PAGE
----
Not-so-secure implementations of SecureString

Not-so-secure implementations of SecureString

Microsoft .Net has an object for safely and securely handling passwords: System.Security.SecureString. “The value of a SecureString object is automatically encrypted, can be modified until your application marks it as read-only, and can be deleted from computer memory by either your application or the .NET Framework garbage collector”, according to the MSDN documentation. As with any security control, however, there are a few ways around it. Consider the following PowerShell and C# code samples.


# Some not-so-secure SecureString from a vendor whitepaper
password = Read-Host -AsSecureString -Prompt “Please provide password”

// Some not-so-secure SecureString code I wrote by mistake
private void button1_Click(object sender, RoutedEventArgs e)
  secretString = new SecureString();
foreach (char c in textBox1.Text.ToCharArray()) { secretString.AppendChar(c); }
  textBox1.Text = “”;

Try the samples above. Use something like Mandiant’s Memoryze or AcessData FTK Imager to get a copy of your current Windows memory. Search the memory for your password and, sure enough, you will find it in clear text. Sometimes, as with the C# code, you will find your password several times over.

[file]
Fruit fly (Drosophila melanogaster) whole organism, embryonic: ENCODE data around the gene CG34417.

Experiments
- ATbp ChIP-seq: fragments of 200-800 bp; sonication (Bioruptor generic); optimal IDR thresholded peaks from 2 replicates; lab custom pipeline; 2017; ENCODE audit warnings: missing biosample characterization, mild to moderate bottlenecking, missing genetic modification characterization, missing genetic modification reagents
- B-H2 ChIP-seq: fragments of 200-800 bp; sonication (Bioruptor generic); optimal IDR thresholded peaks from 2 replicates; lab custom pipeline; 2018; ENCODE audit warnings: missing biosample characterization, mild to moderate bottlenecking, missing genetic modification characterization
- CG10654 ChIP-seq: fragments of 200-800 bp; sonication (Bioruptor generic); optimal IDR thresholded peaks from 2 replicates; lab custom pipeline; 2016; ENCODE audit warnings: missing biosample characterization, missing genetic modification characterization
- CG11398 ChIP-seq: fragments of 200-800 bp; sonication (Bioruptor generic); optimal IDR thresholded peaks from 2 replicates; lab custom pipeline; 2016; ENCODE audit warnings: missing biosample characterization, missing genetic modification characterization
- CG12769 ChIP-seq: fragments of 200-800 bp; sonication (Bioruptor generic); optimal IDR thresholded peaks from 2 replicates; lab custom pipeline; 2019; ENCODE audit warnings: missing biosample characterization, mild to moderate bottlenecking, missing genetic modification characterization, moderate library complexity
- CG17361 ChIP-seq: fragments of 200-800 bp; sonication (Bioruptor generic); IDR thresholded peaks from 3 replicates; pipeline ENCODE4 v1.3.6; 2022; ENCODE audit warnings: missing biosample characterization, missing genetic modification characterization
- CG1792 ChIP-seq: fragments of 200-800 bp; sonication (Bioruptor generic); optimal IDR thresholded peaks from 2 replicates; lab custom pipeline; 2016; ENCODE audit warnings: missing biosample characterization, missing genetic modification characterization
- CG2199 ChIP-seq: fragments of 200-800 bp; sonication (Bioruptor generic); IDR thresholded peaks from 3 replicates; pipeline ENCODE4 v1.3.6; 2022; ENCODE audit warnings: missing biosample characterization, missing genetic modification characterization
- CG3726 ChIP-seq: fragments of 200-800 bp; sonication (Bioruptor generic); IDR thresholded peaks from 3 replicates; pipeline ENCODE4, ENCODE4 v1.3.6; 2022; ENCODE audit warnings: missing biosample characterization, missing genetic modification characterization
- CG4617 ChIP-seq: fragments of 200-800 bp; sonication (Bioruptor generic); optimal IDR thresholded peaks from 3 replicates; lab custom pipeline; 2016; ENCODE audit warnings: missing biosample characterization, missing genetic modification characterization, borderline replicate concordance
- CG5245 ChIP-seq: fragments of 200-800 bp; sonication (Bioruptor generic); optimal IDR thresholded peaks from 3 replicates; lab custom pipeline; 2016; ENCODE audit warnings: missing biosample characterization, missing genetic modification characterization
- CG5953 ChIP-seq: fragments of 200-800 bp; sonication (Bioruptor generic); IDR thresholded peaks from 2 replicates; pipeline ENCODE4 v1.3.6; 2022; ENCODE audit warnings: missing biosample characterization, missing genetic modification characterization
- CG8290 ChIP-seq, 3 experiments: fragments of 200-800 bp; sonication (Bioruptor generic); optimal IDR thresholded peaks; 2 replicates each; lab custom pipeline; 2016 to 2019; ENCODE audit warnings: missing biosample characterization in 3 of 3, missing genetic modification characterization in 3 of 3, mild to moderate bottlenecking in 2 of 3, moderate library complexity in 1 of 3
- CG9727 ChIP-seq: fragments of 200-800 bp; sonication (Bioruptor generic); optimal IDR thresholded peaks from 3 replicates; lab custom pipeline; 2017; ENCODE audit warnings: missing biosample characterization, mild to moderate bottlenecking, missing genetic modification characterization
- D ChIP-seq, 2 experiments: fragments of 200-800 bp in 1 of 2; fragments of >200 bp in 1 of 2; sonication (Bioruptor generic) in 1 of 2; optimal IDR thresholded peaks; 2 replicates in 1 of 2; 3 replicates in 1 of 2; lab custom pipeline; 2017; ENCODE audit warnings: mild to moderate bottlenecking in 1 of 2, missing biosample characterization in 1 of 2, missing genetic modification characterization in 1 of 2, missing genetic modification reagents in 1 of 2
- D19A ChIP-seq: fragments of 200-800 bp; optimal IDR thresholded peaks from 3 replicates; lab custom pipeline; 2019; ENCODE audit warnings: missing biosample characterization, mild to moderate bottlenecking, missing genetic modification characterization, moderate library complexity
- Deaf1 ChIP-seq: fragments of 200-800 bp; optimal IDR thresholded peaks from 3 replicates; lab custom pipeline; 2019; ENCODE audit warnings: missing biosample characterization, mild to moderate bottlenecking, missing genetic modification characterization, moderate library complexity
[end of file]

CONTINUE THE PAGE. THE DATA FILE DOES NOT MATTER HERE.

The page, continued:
What happened? In both cases, the value was passed to the SecureString in clear text. The SecureString is encrypted, however, the original input is not. That input value may stay in memory for a long time (depending what the underlying Windows OS is doing.)

Below are some examples of populating a SecureString in such a way that the password is not exposed in clear text. A the saying goes, trust but verify. In this case, trust the method but check using Memoryze or Imager to be certain.


# A secure SecureString implementation
$password = New-Object System.Security.SecureString
do {
  $key = $host.UI.RawUI.ReadKey(“NoEcho,IncludeKeyDown”)
  if ($key.Character -eq 13) { break }
} while (1 -eq 1)

// A more SecureString code example
private void button1_Click(object sender, RoutedEventArgs e)
  secretString = passwordBox.SecurePassword;

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